Global Agenda: Battle of the brains

It is impolite, politically incorrect and socially unacceptable to refer to brilliant scientists as an excess product sold to the highest bidder.

A MARKETS GLOBAL-C graph 370 (photo credit: REUTERS)
(photo credit: REUTERS)
Israel is faced by a fearsome new threat: the “brain drain.” The smartest people in the country, tenured professors and those with the potential to be prominent academics or researchers and developers in “cutting-edge industries,” are fleeing in droves, thereby weakening – possibly fatally – Israel’s hi-tech sectors and the science that underlies them.
That, at least, is the impression that many people have, both in Israel and around the world. Supposedly convincing proof of the seriousness of this threat is to be found in the number of former Israelis who have won Nobel prizes over the years, including this year. These people, now ensconced in America’s elite universities, could have been in Israeli institutions, and, according to the fashionable criticism, that’s where they should have been and would have been had Israeli governments done their job and been focused on the country’s long-term interests.
This kind of stuff makes for good copy and is particularly attractive to supposedly “quality” newspapers. Nevertheless, it is arrant twaddle, and, were it not for the sad fact that supposedly serious people take at face value what they read in supposedly serious publications, it could be ignored – or, better, replaced with a discussion about the real issues concerning “brains.” Two aspects in particular of this “new threat to Israel” need to be understood correctly: first, that there is nothing new about it; and second, that there is nothing uniquely Israeli about it.
Let’s start the discussion from a very different perspective.
Since the interwar years when, first, the United States emerged as the richest and most powerful country in the world and, second, Germany and Britain ceased to be the intellectual and scientific centers of the world, while the USSR imposed severe constraints on intellectual freedom and academic inquiry, the “big brains” in almost every discipline have been drawn to the American institutions of learning and research. Their combination of financial, intellectual and cultural resources is overwhelmingly attractive, and the US has retained its attractiveness through the entire postwar period, despite the recovery of Europe, the rise of Japan and then China and the demise of the USSR and rebirth of Russia.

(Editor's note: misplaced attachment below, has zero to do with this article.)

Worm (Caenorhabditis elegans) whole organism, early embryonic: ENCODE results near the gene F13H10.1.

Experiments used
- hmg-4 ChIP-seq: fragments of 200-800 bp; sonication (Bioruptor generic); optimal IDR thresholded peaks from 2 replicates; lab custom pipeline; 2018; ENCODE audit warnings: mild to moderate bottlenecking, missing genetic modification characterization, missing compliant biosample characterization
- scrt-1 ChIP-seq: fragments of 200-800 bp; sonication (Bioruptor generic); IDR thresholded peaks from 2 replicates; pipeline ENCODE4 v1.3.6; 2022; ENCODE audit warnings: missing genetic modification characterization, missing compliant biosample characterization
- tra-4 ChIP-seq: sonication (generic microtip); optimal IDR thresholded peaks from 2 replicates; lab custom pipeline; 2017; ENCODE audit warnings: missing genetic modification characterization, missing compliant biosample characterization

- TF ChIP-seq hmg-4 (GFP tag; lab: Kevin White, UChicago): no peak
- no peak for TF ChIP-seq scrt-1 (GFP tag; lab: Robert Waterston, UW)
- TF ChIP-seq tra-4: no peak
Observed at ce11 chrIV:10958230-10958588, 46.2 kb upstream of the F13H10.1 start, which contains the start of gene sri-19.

Consequently, today’s Nobel and other prize-winning scientists tend to have done their work in America. They may – and do – hail from Germany, Britain, France or countries in Asia, but they have spent most or all of their academic and professional careers in the US. This, in turn, has for many years generated concern and even anguish in all the affected countries. Long before the current crisis, government and academic leaders in countries from Holland and Italy to Singapore and Taiwan – along with their “quality” media – were wringing their hands over the “brain drain” that their countries were suffering.
Like Singapore, Taiwan and many others, Israel was born into this American-dominated world and has never known any other environment. That has not stopped Israel (or, say, Taiwan) from building centers of academic excellence or becoming a leading center of the technology-oriented post-industrial world. This achievement has itself resulted from government policies pursued over several decades that – despite the pressing needs stemming from existential security threats, or perhaps because of them – have enabled Israel (and Taiwan) to become rich and successful economies and highly educated societies.
Since American domination is a given, the real question has been how to survive and thrive in the world as it is, rather than indulge in desirable fantasies. The response has been to forge strong links, eventually even partnerships, between specific institutions in Israel and their American peers, with these efforts typically led by individuals in these institutions and, at another level, between the governments of the countries.
That Israel has generated an exceptional number of outstanding “brains” in many fields has, on the one hand, provided a rationale and incentive for major American entities to link with much smaller Israeli ones and, on the other, has created an excess of qualified people for the number of academic and corporate positions available. This excess has been exported, and, usually, it is the cream of the crop that has been purchased by the foreigners.
Of course, it is impolite, politically incorrect and socially unacceptable to refer to brilliant scientists as an excess product sold to the highest bidder. But the economic reality is as it is. Fortunately for Israel, its exported brains tend to remain in contact with their alma maters and the wider Israeli academic and scientific community – and indeed it is these people who often foster the inter-institutional links noted above.
Even more fortunately, the many brainy people not sold are also major assets – and some of them win Nobel prizes, too.
That is the state of play as it has developed over the past century. Today, however, higher education globally is undergoing a technological revolution that may well result in a much flatter playing field. Meanwhile, the Israeli government is actually getting its act together and launching the most systematic and coordinated program yet attempted to persuade Israeli academics and scientists working overseas (read America) to return home. So not only is all not yet lost, but the future is actually quite bright.